By Carolyn Marshall
Nova Scotia Federation of Agriculture
Incorporating cover crops into crop rotations is a widely accepted best management practice for a variety of reasons. The definition of a cover crop is broad and encompasses any crop whose main purpose is not to be harvested for sale.
Cover crops are grown to improve or protect the soil and this can be achieved in many targeted ways. They can be chosen for the purpose of reducing soil erosion in a period when the soil would typically be bare (the literal definition of a “cover” crop), to break up a disease cycle, add nutrients, build organic matter, and reduce nutrient leaching, among other uses.
This wide variety in uses for cover crops means that there are many decisions to be made when incorporating cover crops into a rotation. Plant species, time of planting, time of termination, and method of termination all need to be decided. In terms of method of termination, cover crops can be:
• Terminated chemically (in non-organic systems),
• Terminated physically, either with tillage or a no-till crop roller,
• Timed so they are winter-killed
Another method that has not received much attention in Canada is grazing by livestock.
The majority of research in using livestock to graze a cover crop has occurred in the Midwestern United States, although Dr. Martin Entz at the University of Manitoba and his collaborators have often advocated for incorporating livestock into crop rotations through the use of forages. However, trials are happening, including small on-farm trials of grazed cover crops in Nova Scotia.
When choosing to adopt cover crop grazing, you are not just choosing plant species to address your soil needs, you’re also considering the needs of the livestock. The needs of both the soil and livestock can often be met by using cover crop mixes – often combinations of grains, legumes, brassicas, and other broadleaf plants such as sunflower. For example, well planned mixes can provide the right mix of protein for a growing cow while avoiding some of the potential risks, such as bloat, and provide soil benefits such as suppressing soil nematodes.
Many of these studies of grazed cover crops have similar findings. There is little improvement of soil health compared to cover crops terminated without livestock, although several studies have shown increases in soil aggregate stability – an important soil measure that can, for example, impact susceptibility to erosion and soil microbial activity. However, many of these studies are only a few years in duration. Since soil carbon pools are large and take years or even decades to show changes due to management, longer-term studies could reveal impacts on soil health not detectable over shorter time frames.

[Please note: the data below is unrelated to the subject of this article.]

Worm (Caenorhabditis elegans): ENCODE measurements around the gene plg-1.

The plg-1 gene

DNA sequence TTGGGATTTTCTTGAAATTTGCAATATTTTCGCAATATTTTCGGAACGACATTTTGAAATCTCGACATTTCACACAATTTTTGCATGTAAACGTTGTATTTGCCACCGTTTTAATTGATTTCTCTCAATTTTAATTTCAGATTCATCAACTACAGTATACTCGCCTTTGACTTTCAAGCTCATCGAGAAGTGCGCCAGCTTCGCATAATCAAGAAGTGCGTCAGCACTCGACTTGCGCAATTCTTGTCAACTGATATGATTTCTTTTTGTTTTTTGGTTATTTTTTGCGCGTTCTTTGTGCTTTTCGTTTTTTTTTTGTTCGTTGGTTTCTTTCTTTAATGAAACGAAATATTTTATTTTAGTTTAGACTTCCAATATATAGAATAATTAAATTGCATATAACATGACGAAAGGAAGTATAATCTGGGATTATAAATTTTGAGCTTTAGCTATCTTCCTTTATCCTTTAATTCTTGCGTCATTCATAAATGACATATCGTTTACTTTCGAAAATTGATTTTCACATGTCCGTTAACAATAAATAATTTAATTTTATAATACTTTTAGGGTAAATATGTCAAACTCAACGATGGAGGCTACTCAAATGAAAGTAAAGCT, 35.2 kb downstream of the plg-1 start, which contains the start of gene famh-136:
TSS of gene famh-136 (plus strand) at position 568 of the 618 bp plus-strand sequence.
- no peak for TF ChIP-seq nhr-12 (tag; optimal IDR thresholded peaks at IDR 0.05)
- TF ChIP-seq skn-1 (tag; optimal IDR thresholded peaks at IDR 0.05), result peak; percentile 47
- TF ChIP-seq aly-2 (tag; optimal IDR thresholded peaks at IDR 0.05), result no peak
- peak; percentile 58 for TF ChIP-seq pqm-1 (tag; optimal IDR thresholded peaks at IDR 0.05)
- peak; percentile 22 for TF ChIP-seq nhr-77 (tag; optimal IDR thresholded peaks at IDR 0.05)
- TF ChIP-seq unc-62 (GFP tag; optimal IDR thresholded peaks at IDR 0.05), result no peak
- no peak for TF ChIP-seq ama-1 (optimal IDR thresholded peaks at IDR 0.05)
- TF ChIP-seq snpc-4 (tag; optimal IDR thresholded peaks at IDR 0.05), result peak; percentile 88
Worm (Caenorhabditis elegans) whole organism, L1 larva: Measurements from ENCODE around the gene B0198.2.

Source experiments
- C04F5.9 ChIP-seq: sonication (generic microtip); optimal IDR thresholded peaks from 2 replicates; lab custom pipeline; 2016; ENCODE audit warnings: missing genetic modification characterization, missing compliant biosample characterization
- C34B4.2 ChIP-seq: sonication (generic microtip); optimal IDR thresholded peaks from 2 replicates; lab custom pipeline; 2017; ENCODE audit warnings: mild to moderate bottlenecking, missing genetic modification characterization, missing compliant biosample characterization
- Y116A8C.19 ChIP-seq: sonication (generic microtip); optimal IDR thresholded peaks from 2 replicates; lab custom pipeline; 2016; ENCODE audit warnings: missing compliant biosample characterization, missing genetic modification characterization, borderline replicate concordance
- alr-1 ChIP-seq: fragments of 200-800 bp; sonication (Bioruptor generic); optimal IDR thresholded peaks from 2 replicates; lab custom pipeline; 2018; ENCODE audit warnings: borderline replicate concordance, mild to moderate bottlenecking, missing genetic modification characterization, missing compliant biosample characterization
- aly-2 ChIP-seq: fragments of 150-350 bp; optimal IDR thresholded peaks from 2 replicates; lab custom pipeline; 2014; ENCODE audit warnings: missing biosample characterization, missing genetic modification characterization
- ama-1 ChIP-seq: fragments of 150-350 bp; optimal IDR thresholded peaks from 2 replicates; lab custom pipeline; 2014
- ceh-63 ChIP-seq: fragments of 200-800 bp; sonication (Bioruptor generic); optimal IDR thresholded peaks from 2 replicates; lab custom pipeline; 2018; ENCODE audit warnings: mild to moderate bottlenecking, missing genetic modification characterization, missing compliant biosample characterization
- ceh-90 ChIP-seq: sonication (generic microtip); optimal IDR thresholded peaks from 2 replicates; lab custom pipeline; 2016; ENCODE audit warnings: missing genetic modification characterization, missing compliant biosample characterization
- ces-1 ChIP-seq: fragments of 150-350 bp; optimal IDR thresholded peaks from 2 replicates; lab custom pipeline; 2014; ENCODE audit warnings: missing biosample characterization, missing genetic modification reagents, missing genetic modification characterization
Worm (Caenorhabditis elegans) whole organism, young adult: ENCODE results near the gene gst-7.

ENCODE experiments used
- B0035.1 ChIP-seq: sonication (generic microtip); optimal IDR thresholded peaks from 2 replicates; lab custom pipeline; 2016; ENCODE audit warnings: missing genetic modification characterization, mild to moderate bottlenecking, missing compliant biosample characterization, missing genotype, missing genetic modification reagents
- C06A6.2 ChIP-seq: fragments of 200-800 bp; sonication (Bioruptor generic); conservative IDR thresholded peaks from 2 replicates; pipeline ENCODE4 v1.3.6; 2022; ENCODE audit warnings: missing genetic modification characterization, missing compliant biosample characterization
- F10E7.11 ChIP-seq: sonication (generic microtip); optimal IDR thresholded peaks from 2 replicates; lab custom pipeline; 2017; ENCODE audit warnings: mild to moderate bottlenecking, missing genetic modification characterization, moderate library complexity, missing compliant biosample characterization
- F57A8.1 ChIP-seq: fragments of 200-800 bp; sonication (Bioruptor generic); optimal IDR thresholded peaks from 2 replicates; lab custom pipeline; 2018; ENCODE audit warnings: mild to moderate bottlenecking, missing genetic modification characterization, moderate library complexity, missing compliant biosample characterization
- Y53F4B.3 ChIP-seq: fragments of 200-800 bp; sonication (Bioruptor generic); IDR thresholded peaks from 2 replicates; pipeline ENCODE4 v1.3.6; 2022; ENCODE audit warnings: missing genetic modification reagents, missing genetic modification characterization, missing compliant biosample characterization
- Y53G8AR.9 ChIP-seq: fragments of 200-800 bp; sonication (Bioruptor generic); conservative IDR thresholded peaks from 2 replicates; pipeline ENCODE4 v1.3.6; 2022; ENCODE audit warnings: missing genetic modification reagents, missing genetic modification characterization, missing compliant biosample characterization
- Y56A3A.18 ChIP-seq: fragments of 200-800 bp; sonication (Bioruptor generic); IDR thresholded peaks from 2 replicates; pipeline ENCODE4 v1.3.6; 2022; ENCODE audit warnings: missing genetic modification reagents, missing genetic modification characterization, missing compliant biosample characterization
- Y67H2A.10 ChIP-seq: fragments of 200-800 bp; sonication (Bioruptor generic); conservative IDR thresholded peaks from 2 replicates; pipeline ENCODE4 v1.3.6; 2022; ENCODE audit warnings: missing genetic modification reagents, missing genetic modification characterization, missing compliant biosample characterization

While these small gains in soil health may be discouraging at first, those same studies often concluded that incorporating livestock into the rotation through cover crop grazing had an economic benefit. So, while incorporation of livestock into cropping systems will make operations more complicated, there is potential to not only increase profitability, but also create economic stability through diversification. This type of diversification in a farm system builds resiliency, which is only going to grow in importance as we face a changing climate and shifting weather patterns.
Use of cover crops can often be a (short-term) financial cost – although the long-term benefits can certainly add up in soil health and system resiliency. However, incorporating grazing can turn this cost into a gain. This could make cover cropping more appealing to a wider range of producers, provided they can access the knowledge and support to get a cover crop grazing system going.
A North Dakotan rancher, Gabe Brown, also appears in the documentary, Kiss the Ground (available on Netflix). He uses livestock to winter graze his cover crops. When asked about the environmental issues and concerns around animal production, he responds, “The problem isn’t the animal, the problem is where the animals are at”. After years of crop loss through weather events, the diversification of his operation has improved his bottom line. “I build resiliency in an ecosystem.”
The Organic Science Cluster 3 is led by the Organic Federation of Canada in collaboration with the Organic Agriculture Centre of Canada at Dalhousie University, and is supported by the AgriScience Program under Agriculture and Agri-Food Canada’s Canadian Agricultural Partnership (an investment by federal, provincial and territorial governments) and over 70 partners from the agricultural community.
This magazine may be cited as: Geldart, E.. Graves, M.E., Boudreau, N., Wallace, J., and Hammermeister, A.M. (Editors). 2022. Organic Science Canada. Volume 4. Organic Federation of Canada, Montreal, QC and Dalhousie University, Truro, NS. 30 pp. www.dal.ca/oacc/oscIII